I recently announced that the first book in the Hedgehog Hollow series – Finding Love at Hedgehog Hollow – had gone into global Prime Reading meaning that Prime members can access it for free and find out how it all begins.
I’m excited to announce that the final book in the series – Christmas Miracles at Hedgehog Hollow – has also gone into Prime Reading this week so we now have the start and end of the six-book series in there.
You know that weird feeling you get when you see a police officer and you instantly feel guilty, even when you’ve done nothing wrong, or when the boss asks to see you and you instantly feel like you’re going to be in trouble? This is how I feel when I ask readers to read a full series.
It feels ridiculously uncomfortable and I don’t fully know why. Perhaps it’s because I feel bad asking them to buy six books, but it’s not like I’m asking them to shell out for six up-front. Try one and, if you like it, go for the others. Perhaps it’s because I’ve had a few readers telling me they don’t like series and wish I’d write standalone stories and I feel guilty that, each time I try to do that, I think too big and it typically ends up being a series or at least with a connected book.
Whatever the reason, I shouldn’t feel that way. I should be proud to say that I write in series and not feel embarrassed to state the truth: that some series should be read in full and in order. You’ll notice a specifically used the words ‘some series’ because this is not necessarily true of every series. There are some that you can dip in and out of or join in on later books but the Hedgehog Hollow series is not that type of series and here’s why:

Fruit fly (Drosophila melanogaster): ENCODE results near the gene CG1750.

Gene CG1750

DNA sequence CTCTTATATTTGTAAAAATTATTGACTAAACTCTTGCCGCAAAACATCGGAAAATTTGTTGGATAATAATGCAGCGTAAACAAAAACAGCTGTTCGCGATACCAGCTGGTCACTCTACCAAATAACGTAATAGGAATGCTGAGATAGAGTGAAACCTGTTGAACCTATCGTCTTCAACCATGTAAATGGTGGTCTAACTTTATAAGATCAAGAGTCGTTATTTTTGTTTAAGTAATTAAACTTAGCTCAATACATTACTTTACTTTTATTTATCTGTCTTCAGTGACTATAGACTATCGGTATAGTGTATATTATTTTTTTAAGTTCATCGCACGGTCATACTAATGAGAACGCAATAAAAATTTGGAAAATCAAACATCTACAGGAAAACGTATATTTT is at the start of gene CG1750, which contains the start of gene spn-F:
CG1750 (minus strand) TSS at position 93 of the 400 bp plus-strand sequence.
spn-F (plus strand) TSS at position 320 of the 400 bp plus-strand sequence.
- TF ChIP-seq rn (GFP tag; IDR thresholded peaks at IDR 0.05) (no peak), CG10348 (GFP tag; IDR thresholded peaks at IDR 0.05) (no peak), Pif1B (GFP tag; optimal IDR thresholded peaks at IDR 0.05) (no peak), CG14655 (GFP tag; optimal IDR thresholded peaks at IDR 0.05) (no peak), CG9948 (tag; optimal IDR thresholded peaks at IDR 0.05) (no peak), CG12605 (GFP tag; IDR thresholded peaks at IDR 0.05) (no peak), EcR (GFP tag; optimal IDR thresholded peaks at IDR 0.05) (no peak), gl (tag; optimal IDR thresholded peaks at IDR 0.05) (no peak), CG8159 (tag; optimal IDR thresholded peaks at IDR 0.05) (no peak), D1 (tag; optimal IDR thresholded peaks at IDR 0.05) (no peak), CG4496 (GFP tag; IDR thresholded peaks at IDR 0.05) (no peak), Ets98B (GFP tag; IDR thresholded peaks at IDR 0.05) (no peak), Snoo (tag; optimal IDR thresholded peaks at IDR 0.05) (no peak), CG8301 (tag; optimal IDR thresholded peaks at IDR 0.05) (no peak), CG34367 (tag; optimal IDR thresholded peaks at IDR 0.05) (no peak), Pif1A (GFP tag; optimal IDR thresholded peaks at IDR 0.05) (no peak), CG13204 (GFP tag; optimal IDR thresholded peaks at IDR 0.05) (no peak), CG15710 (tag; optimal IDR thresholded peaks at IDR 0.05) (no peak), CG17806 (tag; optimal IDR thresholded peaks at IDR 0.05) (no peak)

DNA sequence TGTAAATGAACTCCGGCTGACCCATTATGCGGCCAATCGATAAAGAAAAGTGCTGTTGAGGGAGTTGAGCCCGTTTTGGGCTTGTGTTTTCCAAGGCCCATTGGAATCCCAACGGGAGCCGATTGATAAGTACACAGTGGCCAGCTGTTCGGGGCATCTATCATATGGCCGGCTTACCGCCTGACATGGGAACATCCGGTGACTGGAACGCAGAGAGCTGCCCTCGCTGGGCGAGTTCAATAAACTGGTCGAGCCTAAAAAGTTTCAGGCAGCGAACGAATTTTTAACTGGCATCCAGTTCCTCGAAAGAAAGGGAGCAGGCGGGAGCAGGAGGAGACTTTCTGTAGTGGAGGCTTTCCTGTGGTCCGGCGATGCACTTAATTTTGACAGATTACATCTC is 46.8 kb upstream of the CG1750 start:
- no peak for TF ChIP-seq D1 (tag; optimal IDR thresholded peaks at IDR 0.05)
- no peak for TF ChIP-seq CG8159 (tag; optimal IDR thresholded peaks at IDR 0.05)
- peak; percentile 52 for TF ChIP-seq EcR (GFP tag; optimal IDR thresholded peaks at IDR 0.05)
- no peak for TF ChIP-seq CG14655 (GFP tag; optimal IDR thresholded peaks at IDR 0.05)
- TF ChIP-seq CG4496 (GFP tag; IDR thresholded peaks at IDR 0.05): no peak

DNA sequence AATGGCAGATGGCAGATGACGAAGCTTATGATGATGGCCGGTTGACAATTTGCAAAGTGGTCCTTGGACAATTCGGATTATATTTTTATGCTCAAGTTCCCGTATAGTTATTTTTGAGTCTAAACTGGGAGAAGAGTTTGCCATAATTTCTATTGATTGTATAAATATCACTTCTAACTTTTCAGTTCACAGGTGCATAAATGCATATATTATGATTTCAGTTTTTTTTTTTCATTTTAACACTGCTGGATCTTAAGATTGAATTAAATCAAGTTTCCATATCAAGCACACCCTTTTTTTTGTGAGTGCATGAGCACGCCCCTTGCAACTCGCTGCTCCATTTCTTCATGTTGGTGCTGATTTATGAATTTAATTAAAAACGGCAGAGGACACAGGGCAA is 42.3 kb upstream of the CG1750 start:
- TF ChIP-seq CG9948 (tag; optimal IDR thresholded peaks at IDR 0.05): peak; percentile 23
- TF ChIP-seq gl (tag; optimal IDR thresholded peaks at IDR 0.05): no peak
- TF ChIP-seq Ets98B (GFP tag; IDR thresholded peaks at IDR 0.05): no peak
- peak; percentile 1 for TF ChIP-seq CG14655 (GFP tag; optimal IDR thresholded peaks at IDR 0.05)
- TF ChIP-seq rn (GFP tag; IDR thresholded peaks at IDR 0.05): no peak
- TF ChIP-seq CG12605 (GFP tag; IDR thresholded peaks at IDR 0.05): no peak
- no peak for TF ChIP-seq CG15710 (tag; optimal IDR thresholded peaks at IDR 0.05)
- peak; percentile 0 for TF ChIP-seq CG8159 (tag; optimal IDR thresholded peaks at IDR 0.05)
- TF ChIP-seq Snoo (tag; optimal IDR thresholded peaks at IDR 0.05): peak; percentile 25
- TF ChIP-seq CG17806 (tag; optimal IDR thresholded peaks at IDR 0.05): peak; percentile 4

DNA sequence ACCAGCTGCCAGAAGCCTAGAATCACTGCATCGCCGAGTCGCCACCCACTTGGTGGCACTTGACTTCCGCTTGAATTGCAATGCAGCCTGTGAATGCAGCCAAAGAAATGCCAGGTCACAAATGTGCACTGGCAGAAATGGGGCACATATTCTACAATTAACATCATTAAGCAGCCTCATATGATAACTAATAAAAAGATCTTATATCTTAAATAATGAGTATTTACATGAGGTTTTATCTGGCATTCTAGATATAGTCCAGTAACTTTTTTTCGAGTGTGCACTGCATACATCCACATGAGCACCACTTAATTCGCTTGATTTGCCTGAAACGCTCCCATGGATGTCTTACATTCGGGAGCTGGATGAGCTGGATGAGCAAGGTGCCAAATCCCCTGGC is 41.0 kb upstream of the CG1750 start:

- There is one consistent narrator – Samantha Wishaw – throughout all six books. It is her story and, running alongside that, we meet her family, friends and members of the local community, some of whom also have stories to be explored alongside Samantha’s, resulting in a guest narrator from book 2 onwards
- Samantha grows and develops across the six books and so do some of the characters. Joining the series partway through misses out on their journey and it’s the journey that makes them three-dimensional flawed characters, just like you and me. It’s why we’re rooting for the heroine and hissing at the villain(s)
- There are some recurring storylines and themes handled across the series such as the difficult relationship Samantha has with a couple of family members, mental health and forgiveness. Joining the series late misses out on these
- I come full circle on a couple of things. I can’t say much more as I’ll give away spoilers but there are some things that happen at the start and end which are poignant but would be missed by anyone who hasn’t followed the full series
- There are a lot of characters introduced across the series. They cast grows gradually with each book but, if anyone starts at book 6 when they’re all there, they’ll be lost. There are way too many characters to meet at once